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4.7 out of 5 stars
4.7 out of 5 stars
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on 10 May 2009
I remember seeing Elder conducting the Halle in this piece in a televised BBC Prom concert a few years ago and being profoundly moved by it. Unfortunately, I was away when they performed it in Manchester last July but this splendid studio recording, made over the following days with the same team, almost makes up for it.

Elder draws on all of his experience as both a noted Elgar and opera conductor to deliver an intelligently conceived and perfectly paced interpretation which, for me, proves without doubt that it is possible to make Elgar's late-Victorian grandeur relevant in the 21st century without resorting to wilful distortions of tempo and exaggerated phrasing. Compare the end of Elder's great "Praise to the Holiest" chorus with the ridiculously accellerated recent version by Oramo and the CBSO, for example.
It is so easy for less empathetic conductors to fall into the trap of presenting Part II of this work as a series of tableaux or, worse still, as three great choruses linked by solo recitatives. Elder sidesteps these pitfalls and continually integrates and progresses the drama without it ever feeling rushed, never losing sight of the entire musical structure.
Overall, he shaves about two minutes off each part compared to the classic Halle / Barbirolli recording and yet he somehow feels less driven and demonic, totally confident in the music's ability to present itself.

The Halle themselves are in a different class to their 1964 incarnation. I personally think it's a crime that this superb orchestra is not more widely recorded. This music is in the Halle's blood and they play with real panache throughout, exposing details in the score that you possibly never knew were there.

The Halle Choir matches them every step of the way, combining clarity, precision and passion with a highly professional musicality.

They are all helped by the wonderful acoustic of Bridgewater Hall and sound engineers who know how to exploit it; this is far and away the best-sounding Gerontius I've heard (my beloved old Barbirolli set sounds harsh and, dare I say it, uncouth by comparison). I've had my hi-fi volume up to unprecedented levels with these discs and the sound never distorts, even at the greatest climaxes. The Bridgewater's splendid Marcussen organ is caught particularly well, breathing deeply and resonantly in all the right places without ever overwhelming the orchestra (try the Prelude to Part I and the terrifying crescendo in Part II before "the glance of God", which will have the hairs up on the back of your neck!).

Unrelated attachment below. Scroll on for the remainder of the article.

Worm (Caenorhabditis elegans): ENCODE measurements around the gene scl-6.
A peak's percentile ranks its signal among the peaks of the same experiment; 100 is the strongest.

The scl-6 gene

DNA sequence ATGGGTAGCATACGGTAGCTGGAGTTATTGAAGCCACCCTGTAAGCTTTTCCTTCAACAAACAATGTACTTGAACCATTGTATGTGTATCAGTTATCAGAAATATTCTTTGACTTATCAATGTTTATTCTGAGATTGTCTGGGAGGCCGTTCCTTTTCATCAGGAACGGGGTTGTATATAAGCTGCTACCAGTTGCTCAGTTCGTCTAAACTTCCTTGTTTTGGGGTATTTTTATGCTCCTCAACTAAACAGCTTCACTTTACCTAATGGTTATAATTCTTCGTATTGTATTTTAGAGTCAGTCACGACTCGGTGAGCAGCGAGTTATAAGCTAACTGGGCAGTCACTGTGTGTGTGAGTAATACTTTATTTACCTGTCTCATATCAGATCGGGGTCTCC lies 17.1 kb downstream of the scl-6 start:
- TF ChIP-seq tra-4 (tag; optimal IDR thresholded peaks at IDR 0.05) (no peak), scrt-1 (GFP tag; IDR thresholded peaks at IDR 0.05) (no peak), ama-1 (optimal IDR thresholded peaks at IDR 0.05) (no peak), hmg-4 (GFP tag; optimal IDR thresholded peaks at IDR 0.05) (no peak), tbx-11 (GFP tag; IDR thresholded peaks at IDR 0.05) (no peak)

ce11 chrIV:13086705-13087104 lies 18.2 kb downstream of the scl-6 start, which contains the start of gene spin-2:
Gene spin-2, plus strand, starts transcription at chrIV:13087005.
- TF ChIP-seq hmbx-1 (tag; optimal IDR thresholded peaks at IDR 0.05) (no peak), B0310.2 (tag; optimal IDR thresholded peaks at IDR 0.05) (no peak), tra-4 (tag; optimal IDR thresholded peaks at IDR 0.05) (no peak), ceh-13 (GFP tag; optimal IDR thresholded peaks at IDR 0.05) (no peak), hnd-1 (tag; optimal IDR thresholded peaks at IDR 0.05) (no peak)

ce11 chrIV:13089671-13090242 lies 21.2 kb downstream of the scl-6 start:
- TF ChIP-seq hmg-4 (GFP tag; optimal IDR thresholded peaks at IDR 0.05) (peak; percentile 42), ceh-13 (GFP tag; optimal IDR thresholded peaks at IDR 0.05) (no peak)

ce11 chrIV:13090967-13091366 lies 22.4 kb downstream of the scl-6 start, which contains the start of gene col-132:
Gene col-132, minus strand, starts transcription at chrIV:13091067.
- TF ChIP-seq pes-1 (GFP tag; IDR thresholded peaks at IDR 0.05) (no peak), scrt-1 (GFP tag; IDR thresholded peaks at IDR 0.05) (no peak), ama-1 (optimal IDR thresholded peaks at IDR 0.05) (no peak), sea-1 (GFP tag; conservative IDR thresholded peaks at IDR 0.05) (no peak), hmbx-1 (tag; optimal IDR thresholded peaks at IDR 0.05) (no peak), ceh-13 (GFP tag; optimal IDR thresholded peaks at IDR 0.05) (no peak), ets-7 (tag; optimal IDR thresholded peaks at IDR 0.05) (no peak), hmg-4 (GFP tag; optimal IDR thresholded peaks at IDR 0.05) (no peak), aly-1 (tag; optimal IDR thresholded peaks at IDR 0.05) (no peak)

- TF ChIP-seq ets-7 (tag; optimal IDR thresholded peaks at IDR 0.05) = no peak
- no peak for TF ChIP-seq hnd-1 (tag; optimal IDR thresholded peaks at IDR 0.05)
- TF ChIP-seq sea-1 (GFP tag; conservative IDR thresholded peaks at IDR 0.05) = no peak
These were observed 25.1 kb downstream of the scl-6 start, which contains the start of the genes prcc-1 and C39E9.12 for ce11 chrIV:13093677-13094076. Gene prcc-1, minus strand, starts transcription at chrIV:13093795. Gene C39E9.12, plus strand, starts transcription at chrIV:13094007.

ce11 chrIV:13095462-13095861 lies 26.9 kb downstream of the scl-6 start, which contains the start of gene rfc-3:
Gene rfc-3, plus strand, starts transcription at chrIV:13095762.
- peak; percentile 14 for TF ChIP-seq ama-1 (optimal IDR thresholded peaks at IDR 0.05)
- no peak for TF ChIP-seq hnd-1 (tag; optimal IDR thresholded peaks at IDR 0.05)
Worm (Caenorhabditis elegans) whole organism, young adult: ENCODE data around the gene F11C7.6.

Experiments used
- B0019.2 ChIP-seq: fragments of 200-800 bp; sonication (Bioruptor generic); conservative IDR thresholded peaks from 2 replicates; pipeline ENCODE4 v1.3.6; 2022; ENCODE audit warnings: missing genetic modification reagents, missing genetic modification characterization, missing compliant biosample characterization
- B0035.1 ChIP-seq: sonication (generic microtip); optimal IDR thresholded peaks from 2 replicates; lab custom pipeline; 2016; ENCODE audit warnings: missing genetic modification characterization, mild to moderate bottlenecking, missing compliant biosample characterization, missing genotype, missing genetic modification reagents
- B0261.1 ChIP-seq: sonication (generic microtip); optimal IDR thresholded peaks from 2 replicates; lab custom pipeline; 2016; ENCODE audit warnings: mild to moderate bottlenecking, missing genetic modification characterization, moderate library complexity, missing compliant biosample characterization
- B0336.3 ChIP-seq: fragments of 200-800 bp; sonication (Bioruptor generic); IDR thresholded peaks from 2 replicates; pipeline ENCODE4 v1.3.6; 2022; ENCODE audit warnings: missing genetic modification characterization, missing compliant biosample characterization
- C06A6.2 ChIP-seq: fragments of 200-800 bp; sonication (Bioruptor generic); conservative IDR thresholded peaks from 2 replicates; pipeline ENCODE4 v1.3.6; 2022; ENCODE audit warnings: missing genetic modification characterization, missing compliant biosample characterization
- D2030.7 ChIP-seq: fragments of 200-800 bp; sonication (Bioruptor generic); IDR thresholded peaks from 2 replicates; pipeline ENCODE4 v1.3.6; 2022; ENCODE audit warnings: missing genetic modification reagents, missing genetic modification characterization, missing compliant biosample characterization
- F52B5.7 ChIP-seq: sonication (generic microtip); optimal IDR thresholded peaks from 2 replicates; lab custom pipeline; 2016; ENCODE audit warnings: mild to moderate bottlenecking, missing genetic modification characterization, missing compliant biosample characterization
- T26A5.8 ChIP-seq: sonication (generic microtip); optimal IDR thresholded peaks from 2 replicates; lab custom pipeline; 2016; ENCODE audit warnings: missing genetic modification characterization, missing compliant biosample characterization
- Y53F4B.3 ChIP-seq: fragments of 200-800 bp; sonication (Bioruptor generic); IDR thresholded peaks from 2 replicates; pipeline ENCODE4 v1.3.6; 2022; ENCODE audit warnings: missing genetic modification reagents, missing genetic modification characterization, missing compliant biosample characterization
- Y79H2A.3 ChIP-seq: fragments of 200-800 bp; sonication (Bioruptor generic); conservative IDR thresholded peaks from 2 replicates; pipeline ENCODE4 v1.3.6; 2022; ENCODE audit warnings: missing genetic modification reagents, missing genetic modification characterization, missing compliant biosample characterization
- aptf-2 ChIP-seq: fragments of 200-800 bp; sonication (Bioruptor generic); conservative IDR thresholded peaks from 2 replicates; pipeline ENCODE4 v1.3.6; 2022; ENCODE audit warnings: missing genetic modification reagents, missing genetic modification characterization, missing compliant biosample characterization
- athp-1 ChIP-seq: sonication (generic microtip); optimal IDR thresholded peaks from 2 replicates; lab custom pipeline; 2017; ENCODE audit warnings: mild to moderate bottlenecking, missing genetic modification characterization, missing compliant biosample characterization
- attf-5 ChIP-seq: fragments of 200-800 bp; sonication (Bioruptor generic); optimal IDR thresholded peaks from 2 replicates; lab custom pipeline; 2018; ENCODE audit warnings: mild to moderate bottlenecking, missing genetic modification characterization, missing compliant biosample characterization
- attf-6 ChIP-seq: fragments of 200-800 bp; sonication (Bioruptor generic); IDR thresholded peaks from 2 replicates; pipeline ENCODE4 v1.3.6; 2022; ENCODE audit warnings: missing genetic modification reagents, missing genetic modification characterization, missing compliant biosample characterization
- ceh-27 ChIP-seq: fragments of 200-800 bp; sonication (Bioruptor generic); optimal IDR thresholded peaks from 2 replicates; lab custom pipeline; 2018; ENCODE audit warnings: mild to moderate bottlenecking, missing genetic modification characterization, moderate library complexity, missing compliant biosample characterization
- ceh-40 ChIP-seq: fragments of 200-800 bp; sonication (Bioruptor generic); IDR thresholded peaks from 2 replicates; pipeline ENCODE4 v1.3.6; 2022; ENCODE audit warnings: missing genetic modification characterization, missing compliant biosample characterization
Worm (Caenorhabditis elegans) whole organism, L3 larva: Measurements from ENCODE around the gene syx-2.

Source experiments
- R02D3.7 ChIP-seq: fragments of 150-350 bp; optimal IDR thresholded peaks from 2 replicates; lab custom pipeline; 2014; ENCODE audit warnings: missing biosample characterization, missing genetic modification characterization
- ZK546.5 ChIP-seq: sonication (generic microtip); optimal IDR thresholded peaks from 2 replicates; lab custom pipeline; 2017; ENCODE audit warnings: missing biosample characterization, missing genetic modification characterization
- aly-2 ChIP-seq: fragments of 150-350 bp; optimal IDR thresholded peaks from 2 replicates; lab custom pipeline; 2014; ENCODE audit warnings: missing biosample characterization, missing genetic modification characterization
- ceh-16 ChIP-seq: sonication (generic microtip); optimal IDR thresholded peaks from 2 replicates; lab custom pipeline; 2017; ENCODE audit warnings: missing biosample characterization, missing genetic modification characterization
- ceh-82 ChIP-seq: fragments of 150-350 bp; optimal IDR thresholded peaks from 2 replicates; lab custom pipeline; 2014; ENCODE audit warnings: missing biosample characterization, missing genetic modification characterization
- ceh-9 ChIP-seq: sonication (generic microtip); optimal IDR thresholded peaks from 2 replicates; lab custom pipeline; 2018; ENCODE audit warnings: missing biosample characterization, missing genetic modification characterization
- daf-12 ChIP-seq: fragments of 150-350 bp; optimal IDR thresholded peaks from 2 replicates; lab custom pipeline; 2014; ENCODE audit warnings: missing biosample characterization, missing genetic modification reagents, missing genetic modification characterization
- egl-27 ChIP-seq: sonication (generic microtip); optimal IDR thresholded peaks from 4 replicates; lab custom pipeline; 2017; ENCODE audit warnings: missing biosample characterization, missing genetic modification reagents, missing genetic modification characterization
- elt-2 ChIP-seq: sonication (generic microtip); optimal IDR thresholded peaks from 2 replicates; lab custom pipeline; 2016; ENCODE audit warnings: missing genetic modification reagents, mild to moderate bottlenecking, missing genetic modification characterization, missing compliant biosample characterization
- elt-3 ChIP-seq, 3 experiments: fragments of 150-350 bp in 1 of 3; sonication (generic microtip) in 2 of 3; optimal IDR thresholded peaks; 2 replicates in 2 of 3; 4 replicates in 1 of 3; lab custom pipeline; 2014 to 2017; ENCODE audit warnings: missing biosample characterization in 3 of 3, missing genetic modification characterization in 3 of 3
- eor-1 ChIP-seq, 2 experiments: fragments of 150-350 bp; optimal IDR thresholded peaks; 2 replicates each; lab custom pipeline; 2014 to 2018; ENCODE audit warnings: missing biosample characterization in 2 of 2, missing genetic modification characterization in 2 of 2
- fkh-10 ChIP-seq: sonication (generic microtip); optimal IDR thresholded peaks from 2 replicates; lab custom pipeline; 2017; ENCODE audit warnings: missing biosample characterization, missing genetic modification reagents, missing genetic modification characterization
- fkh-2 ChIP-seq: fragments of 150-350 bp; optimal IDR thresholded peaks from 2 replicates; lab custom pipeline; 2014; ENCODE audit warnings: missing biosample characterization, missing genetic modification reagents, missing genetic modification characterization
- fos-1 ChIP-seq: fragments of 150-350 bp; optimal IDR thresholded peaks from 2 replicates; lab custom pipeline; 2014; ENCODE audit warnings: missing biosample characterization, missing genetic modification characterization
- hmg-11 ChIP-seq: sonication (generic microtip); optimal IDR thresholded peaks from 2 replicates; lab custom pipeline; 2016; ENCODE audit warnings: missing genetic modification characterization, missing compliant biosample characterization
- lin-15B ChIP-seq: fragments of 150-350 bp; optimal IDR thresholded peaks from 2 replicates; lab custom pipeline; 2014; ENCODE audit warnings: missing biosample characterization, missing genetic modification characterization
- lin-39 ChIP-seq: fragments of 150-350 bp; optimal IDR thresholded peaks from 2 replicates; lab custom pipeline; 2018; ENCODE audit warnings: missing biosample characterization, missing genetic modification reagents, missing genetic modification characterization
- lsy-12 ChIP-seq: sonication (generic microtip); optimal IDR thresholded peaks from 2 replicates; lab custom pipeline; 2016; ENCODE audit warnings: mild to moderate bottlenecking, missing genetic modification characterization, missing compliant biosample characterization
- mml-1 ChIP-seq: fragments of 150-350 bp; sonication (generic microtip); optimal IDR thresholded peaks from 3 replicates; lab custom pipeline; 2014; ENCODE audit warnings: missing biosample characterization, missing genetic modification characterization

The three soloists are a characterful bunch. Terfel certainly gives quite a forceful performance of both of his roles but I'm more than happy to hear a ringing delivery of the Priest's Sub Venite after years of living with the wobbly and unidiomatic Kim Borg on the Barbirolli. Paul Groves is a wonderful and properly three-dimensional Gerontius, possibly the best we've had, in fact. Intelligently and beautifully sung throughout, he brings out all of Gerontius' heroic defiance, fear, wonder... his anguished outcry of "Take me away" in Part II brings a tear to my eye every time. And finally Alice Coote... a new Angel for our times. Her "Softly and gently" is heart-meltingly beautiful and crowns an unforgettable interpretation. Every generation needs its heroes and, whilst Janet Baker has been the benchmark in this role for many years, I think Alice Coote can carry the torch high as we move into a new era. I certainly look forward to hearing much more of her. As indeed I will, as I'm seeing this same cast (apart from Terfel) at the Edinburgh Festival this summer, and I've never looked forward to a concert so much!

Whether you're new to this work or know it and love it as much as I do, this beautiful, dramatic, moving recording is whole-heartedly recommended. One of my very favourite recordings of any work.
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on 23 December 2008
It is generally acknowledged by those who love Elgar's extraordinary masterpiece, that the definitive recording has yet to appear. This verson comes very close to that ideal. The orchstral playing and choral singing are by far the best we have had on CD, as is the recording. Mark Elder's conducting is almost beyond praise, alert and responsive to all the composer's detailed requirements. Which brings us to the soloists. Paul Groves is a fine Gerontius. He has a lovely voice and if phrases do not linger in the memory as they do with some other interpreters that is a small matter. The relative disappointment is Bryn Terfel. There seem to be some difficulties in voice production and an inability to sing really quietly when required. But he is still better than many rivals. For many of us the definitive Angel is that of Janet Baker in the 1964 recording conducted by Barbirolli. It is difficult to hear anybody else sing the role without wishing you were listening to Baker - until now. Alice Coote has a very individual voice of rare beauty which she deploys with consummate skill. It all adds up to a Gerontius which is as near perfection as we are likely to hear in this wicked world.